In Japan, talented 15-year-olds can go directly to technical colleges that mix academic rigor and “workplace know-how,” writes Blaine Harden in the Washington Post.
. . . they turn into full-time nerds-in-training, enrolling in colleges where they make robots and write software, test diodes and study English, dirty their hands on factory floors and wait for job offers to come flooding in. . . . Graduates of the standard five-year course at Japan’s 57 national colleges of technology, collectively known as Kosen, can each expect about 20 job offers, school officials say. Students who stay on for an extra two years of advanced study receive about 30 offers.
Only one percent of students, often from working-class families, go to Kosen. Most Japanese students go to universities, which don’t offer practical training, says Motohisa Kaneko, director of research at the Center for National University Finance and Management. “Even the basic competence of university graduates in engineering is rather dubious.”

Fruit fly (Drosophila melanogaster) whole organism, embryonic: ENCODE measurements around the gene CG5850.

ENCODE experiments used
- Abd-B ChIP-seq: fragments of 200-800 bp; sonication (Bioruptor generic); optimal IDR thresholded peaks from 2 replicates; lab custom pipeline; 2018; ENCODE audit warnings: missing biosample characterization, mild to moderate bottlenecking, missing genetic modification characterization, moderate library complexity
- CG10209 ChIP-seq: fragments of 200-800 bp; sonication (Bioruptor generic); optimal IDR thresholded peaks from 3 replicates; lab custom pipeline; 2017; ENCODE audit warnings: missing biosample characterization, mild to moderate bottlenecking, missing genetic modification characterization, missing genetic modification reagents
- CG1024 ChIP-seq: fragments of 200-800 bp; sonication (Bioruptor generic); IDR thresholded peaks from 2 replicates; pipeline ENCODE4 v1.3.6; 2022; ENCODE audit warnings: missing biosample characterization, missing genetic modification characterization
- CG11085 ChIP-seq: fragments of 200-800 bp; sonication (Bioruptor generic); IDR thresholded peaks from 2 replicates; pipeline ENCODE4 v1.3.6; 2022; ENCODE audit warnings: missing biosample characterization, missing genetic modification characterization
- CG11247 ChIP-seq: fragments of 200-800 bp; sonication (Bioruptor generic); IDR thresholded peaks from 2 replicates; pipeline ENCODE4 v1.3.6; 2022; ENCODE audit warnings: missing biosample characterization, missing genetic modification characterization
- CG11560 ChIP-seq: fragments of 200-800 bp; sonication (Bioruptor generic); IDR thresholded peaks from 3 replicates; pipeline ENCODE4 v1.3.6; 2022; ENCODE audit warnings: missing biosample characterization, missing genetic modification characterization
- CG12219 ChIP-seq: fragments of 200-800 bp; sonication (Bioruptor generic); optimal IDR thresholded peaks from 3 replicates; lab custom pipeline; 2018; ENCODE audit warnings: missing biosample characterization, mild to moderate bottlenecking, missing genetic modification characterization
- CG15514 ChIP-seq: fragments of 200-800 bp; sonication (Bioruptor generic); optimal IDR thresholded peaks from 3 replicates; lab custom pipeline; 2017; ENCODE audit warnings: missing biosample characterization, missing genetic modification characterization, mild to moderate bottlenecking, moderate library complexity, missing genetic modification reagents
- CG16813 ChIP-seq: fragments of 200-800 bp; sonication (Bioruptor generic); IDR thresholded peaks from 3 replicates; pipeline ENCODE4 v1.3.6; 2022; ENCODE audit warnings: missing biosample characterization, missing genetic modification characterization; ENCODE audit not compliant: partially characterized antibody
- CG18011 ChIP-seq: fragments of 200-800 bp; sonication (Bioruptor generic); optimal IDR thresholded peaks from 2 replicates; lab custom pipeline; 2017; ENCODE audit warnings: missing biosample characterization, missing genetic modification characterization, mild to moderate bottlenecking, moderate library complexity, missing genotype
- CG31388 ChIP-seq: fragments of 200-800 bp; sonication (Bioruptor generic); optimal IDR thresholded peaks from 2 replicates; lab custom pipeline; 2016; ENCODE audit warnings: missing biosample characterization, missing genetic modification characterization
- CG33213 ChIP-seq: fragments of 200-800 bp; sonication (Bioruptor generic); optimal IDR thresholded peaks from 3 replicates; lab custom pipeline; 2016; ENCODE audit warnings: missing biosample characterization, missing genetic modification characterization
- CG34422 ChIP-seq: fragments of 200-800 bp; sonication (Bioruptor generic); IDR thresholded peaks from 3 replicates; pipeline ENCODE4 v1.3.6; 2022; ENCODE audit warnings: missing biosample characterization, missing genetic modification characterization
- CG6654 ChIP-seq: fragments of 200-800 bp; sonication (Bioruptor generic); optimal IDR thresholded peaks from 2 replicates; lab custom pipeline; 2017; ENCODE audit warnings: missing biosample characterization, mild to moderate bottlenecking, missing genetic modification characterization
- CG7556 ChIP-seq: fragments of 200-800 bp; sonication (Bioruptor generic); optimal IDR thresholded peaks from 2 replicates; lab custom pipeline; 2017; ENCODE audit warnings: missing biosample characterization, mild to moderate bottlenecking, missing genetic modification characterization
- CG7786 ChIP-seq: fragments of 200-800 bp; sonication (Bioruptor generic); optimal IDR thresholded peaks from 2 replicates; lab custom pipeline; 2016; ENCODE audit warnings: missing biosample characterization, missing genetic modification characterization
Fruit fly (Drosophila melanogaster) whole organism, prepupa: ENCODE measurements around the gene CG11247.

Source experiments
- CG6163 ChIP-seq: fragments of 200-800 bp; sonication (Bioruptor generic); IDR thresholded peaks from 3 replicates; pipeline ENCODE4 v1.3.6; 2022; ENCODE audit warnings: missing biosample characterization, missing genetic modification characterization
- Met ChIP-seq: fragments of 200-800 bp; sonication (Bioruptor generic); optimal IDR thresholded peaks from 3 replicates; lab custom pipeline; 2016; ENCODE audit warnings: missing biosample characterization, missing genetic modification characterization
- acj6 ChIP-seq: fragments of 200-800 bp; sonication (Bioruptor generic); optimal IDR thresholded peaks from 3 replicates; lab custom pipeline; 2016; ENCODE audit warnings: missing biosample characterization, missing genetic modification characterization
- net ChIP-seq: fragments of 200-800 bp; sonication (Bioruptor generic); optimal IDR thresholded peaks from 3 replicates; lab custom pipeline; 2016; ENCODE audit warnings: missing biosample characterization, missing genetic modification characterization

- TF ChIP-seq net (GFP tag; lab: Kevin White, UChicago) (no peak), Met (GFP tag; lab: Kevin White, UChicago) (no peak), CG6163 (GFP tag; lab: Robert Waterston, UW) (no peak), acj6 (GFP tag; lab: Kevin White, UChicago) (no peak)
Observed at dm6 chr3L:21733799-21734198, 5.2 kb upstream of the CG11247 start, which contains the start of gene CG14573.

The skills gap that troubles Japan is tormenting the United States. Since 2000, the percentage of U.S. young adults aged 20-24 with jobs has fallen from 74 percent to 62 percent, a level not seen since the 1930s, according to a 2011 study by Harvard University’s Graduate School of Education. It concluded that the “college-for-all” system that emerged in the United States after World War II is failing the majority of American youth.
By the time they reach their mid-20s, only about 40 percent of Americans earn an associate’s or bachelor’s degree, census data show.
“We are leaving a lot of kids behind,” said Anthony P. Carnevale, director of Georgetown University’s Center on Education and the Workforce. “High school in America is about preparing for a college degree that most young people will not get, and in the meantime these kids are disconnected from anything that is real in the world of work.”
The story is the first in the Hechinger Report‘s Lessons from Abroad series on how our international competitors are educating their young people.
Forty-one percent of Americans 25 to 34 years old have earned an associate or bachelor’s degree. South Korea, where 63 percent of young adults hold a credential, leads the world, followed by Canada and Japan, both at 56 percent. Russia is fourth, at 55 percent.
The series will examine higher education in China, India, Japan and South Korea, as well as Canada, Great Britain and Ireland.